And it was us who had to endure! The ‘excesses’ committed while the dictator was at the helm and the ‘vagaries’ of the ‘transition period’ which followed. The point being that the more we endure ‘it’ – for the sake of momentary comfort or out of fear for what might happen, the more we will have to pull. In the near future!

As for the five dictators enumerated above, yes, four of them did die on their throne. Khrushchev had been deposed and lived for a while under ‘close supervising’. But after each of them had ‘transitioned’, their ‘close associates’ had been thoroughly ‘epurated’.

What happened to Russia during their ‘tenure’?

Whence my question.
Do we really want to take part, any part, in anything even remotely similar?

These people no longer communicate.
As in no longer care to understand what the other has to say…
Mind you, not ‘agree with’, just understand. Just develop a ‘mere’ understanding of what the other feels/thinks/has to say about a subject.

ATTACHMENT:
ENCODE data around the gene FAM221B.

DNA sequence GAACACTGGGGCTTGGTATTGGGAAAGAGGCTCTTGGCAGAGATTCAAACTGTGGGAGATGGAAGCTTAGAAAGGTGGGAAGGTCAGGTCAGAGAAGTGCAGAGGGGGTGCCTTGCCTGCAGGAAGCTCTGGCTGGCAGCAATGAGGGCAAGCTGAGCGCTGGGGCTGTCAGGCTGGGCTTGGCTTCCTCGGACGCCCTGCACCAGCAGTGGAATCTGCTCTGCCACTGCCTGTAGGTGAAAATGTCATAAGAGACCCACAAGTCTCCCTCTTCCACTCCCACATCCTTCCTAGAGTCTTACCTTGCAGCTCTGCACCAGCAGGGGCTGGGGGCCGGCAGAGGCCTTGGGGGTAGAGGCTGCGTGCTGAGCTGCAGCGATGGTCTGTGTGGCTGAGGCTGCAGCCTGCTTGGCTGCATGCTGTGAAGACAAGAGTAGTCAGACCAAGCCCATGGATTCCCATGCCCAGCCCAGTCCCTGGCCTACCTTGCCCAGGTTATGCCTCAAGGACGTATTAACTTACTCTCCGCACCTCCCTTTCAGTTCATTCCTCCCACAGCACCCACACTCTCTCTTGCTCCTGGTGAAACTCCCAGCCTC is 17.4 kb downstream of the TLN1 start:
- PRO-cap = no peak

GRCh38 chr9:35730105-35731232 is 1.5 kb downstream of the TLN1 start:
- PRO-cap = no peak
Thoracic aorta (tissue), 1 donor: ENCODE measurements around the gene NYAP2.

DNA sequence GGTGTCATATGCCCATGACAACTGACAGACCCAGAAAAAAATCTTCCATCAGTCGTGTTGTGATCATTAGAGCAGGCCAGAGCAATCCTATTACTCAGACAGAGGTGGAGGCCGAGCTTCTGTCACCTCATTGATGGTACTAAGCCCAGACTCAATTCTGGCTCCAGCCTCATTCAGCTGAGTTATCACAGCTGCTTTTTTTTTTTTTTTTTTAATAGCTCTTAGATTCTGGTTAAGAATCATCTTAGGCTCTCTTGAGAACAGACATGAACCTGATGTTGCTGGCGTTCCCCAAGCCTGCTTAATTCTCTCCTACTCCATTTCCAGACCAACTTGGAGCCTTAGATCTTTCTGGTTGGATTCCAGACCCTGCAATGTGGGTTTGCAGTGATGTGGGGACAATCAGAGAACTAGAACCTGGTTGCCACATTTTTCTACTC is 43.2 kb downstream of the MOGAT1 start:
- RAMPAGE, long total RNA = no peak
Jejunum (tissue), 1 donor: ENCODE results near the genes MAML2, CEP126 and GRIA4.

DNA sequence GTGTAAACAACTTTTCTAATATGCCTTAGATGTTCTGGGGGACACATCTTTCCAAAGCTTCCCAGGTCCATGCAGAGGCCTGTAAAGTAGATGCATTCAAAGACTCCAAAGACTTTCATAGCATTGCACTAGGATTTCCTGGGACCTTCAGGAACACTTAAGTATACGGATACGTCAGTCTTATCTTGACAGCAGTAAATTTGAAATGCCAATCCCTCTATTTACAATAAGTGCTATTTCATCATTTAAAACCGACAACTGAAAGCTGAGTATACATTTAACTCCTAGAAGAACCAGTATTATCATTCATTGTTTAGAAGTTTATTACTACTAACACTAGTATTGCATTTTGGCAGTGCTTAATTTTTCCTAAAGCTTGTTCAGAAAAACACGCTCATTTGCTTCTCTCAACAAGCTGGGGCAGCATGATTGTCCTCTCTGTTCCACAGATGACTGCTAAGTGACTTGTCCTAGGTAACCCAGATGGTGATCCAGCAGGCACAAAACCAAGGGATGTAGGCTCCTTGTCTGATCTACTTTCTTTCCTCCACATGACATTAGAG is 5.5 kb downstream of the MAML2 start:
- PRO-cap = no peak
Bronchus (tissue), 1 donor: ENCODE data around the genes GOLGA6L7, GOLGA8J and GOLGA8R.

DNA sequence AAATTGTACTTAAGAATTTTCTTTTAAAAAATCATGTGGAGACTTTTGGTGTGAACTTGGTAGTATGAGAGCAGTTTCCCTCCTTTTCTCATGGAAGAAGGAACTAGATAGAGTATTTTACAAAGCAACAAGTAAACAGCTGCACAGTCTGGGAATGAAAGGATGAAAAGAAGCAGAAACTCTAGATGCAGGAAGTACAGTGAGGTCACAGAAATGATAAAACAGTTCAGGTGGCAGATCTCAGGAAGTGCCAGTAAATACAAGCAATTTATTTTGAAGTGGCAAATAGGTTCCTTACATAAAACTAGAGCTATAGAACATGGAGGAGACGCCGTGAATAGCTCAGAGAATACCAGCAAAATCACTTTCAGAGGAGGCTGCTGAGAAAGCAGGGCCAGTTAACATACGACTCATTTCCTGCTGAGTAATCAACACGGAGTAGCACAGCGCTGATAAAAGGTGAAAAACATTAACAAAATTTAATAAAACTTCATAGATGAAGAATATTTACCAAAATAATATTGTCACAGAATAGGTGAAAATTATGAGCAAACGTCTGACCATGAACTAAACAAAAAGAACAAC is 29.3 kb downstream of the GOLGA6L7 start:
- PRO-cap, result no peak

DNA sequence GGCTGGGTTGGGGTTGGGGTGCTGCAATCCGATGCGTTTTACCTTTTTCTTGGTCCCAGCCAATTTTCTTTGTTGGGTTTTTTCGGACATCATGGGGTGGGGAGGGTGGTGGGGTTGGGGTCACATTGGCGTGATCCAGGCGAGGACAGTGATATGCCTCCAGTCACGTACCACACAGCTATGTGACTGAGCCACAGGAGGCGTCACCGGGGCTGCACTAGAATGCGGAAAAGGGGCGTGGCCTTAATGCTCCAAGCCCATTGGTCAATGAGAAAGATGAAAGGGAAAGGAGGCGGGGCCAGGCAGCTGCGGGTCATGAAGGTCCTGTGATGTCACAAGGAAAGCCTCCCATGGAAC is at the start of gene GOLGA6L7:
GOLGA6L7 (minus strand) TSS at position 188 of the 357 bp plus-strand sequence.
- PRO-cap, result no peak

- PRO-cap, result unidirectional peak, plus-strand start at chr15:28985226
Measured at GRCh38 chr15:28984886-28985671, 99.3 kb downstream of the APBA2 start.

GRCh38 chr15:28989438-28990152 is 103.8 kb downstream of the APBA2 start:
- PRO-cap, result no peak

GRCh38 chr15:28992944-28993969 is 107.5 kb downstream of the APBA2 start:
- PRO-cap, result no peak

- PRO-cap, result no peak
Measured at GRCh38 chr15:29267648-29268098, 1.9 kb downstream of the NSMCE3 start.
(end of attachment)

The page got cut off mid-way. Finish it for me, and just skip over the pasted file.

The consequence?

Both sides have become so focused on contradicting each-other on no matter what subject that both of them have lost the ability/exercise to look for the real issue.

The Ukrainians have enough AK-47s. They don’t have any use for any AR-15s. What they need is howitzers. And HIMARSs!
As for the 2nd amendment…

“A well regulated Militia, being necessary to the security of a free State, the right of the people to keep and bear Arms, shall not be infringed”

Given the Ukrainian experience, should we read the 2nd Amendment in such a manner that ordinary people would be able to keep and bear howitzers? Or HIMARSs?

Or should we focus our attention on the notion of ‘a well regulated Militia, being necessary to the security of a free State’…?
Meaning that without a well kept and well trained Army, the State, any state, would soon loose its sovereignty?

After all, the Ukrainians fight, together, against an invader. They cooperate in order to defend their State.
Meanwhile, many of those clamoring about the 2nd Amendment are more preoccupied about using their guns to defend their individual freedom against the State than about cooperating with their fellow citizens towards defending the State against any aggression.